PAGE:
All ILO Newsroom content

October 2005

  1. Article

    Bulgaria: helping businesses to enter the formal economy

    04 October 2005

    GENEVA (ILO Online) - In 2003, a new regulation was introduced in Bulgaria, whereby it became compulsory for employers to register all labour contracts. In addition, as many employers and enterprises are unaware about the new regulations, there is a strong need now to inform them on how to conform with the new system. The ILO's Bureau for Employers' Activities (ACT/EMP) supports the Bulgarian Industrial Association (BIA) - the largest Bulgarian employers' organization, to help companies moving from informality to formality. ILO on line spoke with Henrik Moller and Jean-Marie Standaert, both from ACT/EMP, who assist BIA in making this happen.

September 2005

  1. Article

    Decent work for all seafarers: ILO-IMO prepare new guidelines on death, injury and abandonment

    16 September 2005

    Globalization, complex vessel ownership and flagging, and multinational crewing have made it more pressing than ever to create guidelines for speedy and humane treatment of seafarers caught in unforeseen difficulties. A joint working group of the International Maritime Organization (IMO) and the ILO will discuss such guidelines on 19-21 September in London.

August 2005

  1. Article

    New chemicals, old risks: why careful monitoring must be maintained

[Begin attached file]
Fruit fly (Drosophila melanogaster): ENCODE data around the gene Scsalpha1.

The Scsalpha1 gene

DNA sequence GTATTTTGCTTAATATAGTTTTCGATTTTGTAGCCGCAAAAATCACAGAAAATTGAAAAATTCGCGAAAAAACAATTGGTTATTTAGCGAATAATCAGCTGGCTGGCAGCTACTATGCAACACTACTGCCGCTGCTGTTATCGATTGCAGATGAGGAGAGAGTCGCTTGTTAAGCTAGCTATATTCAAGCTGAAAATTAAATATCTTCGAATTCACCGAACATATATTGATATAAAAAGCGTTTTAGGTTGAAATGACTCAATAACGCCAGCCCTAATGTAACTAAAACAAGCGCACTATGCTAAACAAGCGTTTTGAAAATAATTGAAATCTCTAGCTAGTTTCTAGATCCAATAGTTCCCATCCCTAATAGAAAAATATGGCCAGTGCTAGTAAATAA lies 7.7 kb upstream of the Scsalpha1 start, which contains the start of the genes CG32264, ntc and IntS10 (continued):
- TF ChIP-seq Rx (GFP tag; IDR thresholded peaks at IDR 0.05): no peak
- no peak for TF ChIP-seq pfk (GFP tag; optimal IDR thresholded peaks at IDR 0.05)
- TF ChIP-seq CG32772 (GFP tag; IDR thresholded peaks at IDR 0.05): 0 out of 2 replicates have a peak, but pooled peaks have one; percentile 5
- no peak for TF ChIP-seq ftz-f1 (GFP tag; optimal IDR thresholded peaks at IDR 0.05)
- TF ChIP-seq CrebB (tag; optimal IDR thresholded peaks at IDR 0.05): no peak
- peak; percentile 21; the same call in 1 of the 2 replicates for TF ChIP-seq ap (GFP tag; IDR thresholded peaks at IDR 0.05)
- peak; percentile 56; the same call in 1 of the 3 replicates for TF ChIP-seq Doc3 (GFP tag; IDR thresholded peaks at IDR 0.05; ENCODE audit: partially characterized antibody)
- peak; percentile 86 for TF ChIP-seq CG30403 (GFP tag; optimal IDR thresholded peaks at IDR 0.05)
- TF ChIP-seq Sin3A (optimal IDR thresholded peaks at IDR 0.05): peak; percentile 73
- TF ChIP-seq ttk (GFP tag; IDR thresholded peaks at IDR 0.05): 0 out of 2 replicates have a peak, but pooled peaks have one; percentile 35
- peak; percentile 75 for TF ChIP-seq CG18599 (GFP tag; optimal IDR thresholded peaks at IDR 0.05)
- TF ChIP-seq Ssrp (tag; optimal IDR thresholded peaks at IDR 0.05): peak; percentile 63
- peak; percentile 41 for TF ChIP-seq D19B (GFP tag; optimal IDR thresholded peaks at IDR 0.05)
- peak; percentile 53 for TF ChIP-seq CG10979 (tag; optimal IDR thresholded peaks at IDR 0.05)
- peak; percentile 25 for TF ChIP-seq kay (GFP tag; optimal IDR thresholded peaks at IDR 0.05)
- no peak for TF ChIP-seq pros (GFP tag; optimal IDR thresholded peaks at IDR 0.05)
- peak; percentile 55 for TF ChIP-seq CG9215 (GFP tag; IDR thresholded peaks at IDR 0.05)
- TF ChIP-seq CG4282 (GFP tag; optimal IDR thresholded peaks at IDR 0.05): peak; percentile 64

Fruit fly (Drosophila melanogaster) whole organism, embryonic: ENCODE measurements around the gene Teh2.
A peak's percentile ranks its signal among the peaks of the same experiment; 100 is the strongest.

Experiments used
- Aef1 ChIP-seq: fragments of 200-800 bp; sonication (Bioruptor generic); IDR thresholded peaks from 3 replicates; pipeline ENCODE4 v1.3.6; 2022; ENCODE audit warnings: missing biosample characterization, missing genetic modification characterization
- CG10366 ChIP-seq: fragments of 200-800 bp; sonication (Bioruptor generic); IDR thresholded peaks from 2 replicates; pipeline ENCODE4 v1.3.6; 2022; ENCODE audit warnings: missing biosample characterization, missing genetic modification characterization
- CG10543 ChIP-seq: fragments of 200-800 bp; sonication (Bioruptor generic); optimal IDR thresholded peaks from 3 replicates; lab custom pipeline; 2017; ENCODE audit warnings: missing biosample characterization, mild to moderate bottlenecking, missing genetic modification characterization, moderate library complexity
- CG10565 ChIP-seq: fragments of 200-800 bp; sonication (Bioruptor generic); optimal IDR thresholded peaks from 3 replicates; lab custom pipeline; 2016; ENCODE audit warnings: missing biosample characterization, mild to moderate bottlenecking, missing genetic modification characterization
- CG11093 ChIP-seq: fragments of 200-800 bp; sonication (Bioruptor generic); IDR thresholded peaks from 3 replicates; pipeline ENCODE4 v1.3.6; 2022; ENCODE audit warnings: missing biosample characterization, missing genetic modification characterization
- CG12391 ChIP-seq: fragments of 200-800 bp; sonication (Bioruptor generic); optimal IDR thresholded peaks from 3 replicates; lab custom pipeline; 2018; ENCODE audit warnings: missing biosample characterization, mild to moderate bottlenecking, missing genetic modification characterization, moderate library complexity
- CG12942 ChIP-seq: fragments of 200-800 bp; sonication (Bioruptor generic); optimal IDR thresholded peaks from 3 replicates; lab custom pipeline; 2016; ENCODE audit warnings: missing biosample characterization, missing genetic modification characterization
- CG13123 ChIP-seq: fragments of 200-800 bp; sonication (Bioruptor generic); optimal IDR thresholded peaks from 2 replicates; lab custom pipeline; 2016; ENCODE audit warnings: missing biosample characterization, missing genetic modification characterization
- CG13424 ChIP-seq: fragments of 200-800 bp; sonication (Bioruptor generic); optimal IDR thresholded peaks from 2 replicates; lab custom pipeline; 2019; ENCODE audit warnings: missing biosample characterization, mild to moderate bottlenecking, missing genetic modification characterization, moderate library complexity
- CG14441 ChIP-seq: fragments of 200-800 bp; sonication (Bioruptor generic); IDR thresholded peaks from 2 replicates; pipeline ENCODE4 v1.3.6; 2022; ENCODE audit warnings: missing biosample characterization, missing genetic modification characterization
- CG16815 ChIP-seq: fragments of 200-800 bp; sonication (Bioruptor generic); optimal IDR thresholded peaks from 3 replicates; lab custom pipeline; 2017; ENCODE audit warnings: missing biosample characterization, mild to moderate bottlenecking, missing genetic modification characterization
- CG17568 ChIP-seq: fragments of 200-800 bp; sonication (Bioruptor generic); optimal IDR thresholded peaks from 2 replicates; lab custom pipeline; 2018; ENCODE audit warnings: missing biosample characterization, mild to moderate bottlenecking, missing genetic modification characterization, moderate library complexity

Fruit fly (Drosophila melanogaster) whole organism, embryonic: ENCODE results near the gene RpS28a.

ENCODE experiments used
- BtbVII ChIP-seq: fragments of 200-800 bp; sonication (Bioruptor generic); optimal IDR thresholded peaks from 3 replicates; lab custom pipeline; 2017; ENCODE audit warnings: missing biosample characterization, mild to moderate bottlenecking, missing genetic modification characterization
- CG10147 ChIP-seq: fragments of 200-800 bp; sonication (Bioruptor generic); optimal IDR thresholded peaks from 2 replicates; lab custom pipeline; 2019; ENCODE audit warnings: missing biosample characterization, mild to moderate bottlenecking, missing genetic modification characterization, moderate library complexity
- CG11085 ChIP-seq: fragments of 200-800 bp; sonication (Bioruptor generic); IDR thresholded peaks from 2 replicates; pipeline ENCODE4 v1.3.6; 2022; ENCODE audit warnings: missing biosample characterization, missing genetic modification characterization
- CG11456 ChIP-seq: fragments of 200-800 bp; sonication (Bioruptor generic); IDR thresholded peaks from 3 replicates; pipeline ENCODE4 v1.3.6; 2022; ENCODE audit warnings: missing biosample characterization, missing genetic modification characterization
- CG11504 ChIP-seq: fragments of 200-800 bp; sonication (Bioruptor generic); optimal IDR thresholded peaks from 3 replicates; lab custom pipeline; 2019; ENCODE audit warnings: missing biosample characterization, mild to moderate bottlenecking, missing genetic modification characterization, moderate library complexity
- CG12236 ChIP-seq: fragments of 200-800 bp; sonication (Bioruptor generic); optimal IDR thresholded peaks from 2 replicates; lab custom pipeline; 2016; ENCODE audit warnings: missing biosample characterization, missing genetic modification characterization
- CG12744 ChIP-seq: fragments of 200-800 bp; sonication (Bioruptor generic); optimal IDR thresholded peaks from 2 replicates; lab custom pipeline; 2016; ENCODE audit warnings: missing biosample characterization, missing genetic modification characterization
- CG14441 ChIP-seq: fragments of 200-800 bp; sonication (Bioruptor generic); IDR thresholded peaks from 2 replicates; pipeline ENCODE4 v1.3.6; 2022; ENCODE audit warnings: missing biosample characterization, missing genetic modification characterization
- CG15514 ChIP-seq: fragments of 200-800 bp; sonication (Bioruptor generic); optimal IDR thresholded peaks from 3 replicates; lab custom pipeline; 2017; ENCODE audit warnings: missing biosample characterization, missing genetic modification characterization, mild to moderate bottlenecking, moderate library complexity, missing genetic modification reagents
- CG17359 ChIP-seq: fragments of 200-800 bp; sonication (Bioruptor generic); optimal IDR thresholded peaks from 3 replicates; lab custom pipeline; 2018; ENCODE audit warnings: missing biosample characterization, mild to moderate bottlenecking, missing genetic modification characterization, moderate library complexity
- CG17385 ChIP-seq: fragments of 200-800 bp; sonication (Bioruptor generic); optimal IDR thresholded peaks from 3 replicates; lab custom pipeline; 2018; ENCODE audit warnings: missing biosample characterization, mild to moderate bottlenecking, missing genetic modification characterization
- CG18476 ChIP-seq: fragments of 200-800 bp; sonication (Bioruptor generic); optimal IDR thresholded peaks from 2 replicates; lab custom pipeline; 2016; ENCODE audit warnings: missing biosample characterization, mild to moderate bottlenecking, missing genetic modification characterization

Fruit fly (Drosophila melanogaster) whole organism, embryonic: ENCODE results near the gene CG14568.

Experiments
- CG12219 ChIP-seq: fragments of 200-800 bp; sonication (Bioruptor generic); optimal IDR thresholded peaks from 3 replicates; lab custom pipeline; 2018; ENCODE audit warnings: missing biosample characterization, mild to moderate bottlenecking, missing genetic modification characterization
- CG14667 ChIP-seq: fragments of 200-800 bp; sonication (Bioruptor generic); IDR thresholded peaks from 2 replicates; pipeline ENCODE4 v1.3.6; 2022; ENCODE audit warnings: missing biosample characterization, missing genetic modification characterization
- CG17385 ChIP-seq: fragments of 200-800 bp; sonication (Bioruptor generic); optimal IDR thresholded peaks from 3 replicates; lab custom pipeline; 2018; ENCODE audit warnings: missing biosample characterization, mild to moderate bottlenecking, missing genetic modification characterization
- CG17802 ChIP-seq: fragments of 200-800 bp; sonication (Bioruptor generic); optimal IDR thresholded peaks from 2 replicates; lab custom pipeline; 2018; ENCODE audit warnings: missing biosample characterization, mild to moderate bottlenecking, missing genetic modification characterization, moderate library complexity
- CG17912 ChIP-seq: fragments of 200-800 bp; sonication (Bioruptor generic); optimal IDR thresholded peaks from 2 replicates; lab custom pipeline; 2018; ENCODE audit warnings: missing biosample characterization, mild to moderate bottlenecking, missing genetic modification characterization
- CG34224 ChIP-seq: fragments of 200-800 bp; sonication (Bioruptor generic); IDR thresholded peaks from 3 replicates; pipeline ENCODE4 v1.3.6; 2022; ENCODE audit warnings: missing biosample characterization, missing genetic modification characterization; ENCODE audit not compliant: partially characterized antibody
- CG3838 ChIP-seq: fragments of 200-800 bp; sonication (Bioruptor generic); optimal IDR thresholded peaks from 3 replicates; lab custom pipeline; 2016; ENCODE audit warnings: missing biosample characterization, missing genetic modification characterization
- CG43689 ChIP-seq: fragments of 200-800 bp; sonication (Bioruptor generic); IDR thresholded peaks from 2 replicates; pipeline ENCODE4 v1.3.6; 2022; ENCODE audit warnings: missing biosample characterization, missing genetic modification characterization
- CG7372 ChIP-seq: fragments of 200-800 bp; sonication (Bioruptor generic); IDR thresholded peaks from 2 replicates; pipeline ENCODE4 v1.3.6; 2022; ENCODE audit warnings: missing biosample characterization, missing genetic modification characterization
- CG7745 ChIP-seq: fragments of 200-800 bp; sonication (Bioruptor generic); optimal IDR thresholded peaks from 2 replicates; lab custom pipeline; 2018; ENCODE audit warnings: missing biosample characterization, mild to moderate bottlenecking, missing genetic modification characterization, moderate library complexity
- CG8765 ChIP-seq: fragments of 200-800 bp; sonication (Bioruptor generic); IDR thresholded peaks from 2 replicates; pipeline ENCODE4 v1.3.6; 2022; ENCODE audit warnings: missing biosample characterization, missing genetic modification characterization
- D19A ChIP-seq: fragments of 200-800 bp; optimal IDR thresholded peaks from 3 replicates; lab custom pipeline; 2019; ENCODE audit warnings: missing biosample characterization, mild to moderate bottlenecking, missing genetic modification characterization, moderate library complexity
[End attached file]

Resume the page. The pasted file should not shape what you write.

26 August 2005

    Potentially harmful chemicals permeate today's workplaces. While the number of chemicals used in industry now exceeds 50,000, an additional 500 new chemicals are introduced in industry every year. The toll from chemical exposure is heavy - the ILO estimates that of the 2 million work-related fatalities, 439,000 are caused by chemicals, and of the 160 million cases of work-related disease, 35 million are due to chemicals. A new ILO publication says the toxicity of new chemicals must be checked for safety and health more carefully before marketing. The 17th World Congress on Safety and Health at Work will address safety and health of chemicals during a special session on 19 September 2005.

  2. Article

    International Day for the Remembrance of the Slave Trade and its Abolition Invisible prisoners: The trafficking and exploitation of Chinese immigrants in France

    18 August 2005

    According to an ILO study, some 50,000 illegal Chinese immigrants living in France are easy prey to exploitation through forced labour. Resulting from major economic and social change in China, the movement has been growing for the past ten years, with more than 6,000 Chinese immigrants arriving each year in Paris and the surrounding region. Victims of trafficking, at the end of their dangerous journey through transit countries where they run the risk of racketeering, violence and sometimes death, the migrants have little choice but to integrate themselves into a parallel ethnic economy where they can remain trapped for years, mainly in the clothing and catering sectors. The report describes this inhuman and invisible life, in the words of the Chinese migrants themselves, following a survey conducted in close collaboration with the French authorities.

  3. Article